While mold plates 258 and valve stem 280 are constructed from materials having at least good thermal conductivity, nozzle tip 284 and valve stem tip 282 are constructed from or coated with materials having no more than low thermal conductivity. The parts are made in manners known per se. Examples of suitable non-conductive or thermally insulative materials are polymeric materials, such as polyetherimides, polyimides, polyether amides, poly-ether-ether ketones, acetals, polyamide-imides, polybenzoimidazoles; ceramics, such as tungsten, modified tungsten, such as thoriated tungsten, thoria, Aerogel. In an alternative embodiment, the respective parts are coated with Teflon (polytetrafluoroethylene), ceramics, and polymeric materials noted above.

Suitable thermally non-conductive or insulative materials have a thermal conductivity at 23° C. that does not exceed 4 BTU-in/ft2-hr-° F. (low), alternatively not greater than 2 BTU-in/ft2-hr-° F., further alternatively less than about 1 BTU-in/ft2-hr-° F. (very low). One embodiment uses Ultem 1000 (unfilled), which is a polyetherimide polymeric material commercially available from General Electric and associated distributors. The following chart lists the thermal conductivities of Ultem along with similar thermally insulative materials.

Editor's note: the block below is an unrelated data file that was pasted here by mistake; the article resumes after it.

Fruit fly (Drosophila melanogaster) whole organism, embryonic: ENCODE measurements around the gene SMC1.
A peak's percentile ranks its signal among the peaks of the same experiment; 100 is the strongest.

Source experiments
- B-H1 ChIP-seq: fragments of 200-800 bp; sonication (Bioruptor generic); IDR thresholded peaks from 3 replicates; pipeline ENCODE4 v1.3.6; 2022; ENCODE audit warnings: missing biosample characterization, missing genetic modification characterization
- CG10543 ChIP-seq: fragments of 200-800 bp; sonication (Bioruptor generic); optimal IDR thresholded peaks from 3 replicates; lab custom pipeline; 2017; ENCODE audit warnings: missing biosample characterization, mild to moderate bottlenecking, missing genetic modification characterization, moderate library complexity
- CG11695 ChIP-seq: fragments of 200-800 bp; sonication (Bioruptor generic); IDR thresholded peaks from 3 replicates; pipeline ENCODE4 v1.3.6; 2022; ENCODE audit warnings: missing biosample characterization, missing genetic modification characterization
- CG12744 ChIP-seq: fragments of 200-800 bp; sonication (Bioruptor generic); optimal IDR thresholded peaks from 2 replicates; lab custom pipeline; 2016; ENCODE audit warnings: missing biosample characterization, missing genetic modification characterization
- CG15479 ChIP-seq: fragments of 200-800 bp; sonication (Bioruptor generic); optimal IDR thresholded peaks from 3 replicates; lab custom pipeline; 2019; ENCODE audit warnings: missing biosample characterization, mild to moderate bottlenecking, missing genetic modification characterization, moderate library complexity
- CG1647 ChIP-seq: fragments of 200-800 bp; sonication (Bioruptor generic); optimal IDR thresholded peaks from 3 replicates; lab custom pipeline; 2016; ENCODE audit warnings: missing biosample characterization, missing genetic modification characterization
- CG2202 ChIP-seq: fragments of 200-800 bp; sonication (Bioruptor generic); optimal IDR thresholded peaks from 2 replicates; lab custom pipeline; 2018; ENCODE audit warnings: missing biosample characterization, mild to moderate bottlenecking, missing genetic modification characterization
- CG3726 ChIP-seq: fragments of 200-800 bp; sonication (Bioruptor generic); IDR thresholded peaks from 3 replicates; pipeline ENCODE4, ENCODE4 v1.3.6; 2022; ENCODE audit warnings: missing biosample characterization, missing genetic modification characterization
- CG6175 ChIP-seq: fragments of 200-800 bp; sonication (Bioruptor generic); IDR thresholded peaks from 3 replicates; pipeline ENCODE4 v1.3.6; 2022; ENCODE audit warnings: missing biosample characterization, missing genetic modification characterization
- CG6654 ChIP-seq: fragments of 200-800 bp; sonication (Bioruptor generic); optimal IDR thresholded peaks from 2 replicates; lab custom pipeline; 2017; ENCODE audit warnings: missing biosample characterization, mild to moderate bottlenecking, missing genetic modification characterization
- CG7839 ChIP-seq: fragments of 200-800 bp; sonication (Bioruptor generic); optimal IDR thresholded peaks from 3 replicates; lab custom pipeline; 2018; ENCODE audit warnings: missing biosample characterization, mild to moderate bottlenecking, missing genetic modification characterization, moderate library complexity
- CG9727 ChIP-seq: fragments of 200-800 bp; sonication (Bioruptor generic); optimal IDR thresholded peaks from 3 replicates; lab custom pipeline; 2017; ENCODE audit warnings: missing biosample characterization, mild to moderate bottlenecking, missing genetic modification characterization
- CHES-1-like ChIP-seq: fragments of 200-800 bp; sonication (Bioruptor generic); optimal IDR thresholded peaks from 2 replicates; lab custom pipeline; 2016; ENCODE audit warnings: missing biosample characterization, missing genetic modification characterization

Thermal Conductivity (BTU-in/ft2-hr-° F.)
Ultem 1000 (unfilled) 0.85
Cycolac GSM 1.22
Delrin 1.60
Lexan 1.35-1.53

The mold assemblies, particularly mold plates 258, are maintained at a temperature below the melting or gel temperature of the flowable material. A heat sink and temperature control system are provided to regulate the temperature of the mold assemblies. Examples of heat sinks include but are not limited to chilled air, Ranque Effect cooling, and Peltier effect devices. Electrically powered Freon chillers provide the heat sink for the heat transfer fluid.

FIG. 11 depicts a temperature control system 600 for the center mold assemblies and upper mold assemblies. Although only one mold assembly 214/212 is depicted, all mold assemblies are connected to the temperature control system in a similar fashion. Tubing system 606 includes a cold loop 608 for cooling mold assembly 214/212. Defined within the flow passageway between fitting 603 and fitting 605 is a flow path in the mold assembly 214/212. An alternative flow pattern that has been found to produce enhanced temperature control employs a single inlet passageway that splits into two distinct pathways, each pathway flowing separately in the vicinity of four mold cavities and exiting separately from the mold assembly. Valves 620 and 622, which may be solenoid or mechanically operated, control the flow of cool heat transfer fluid through the mold assembly 214/212. The system also includes a chiller 612, which provides a chilled fluid source for the cold loop. Outlet ports 612A and inlet ports 612B of the chiller can be connected to multiple molds, so that a single chiller can support all of the upper molds 214 and center molds 212.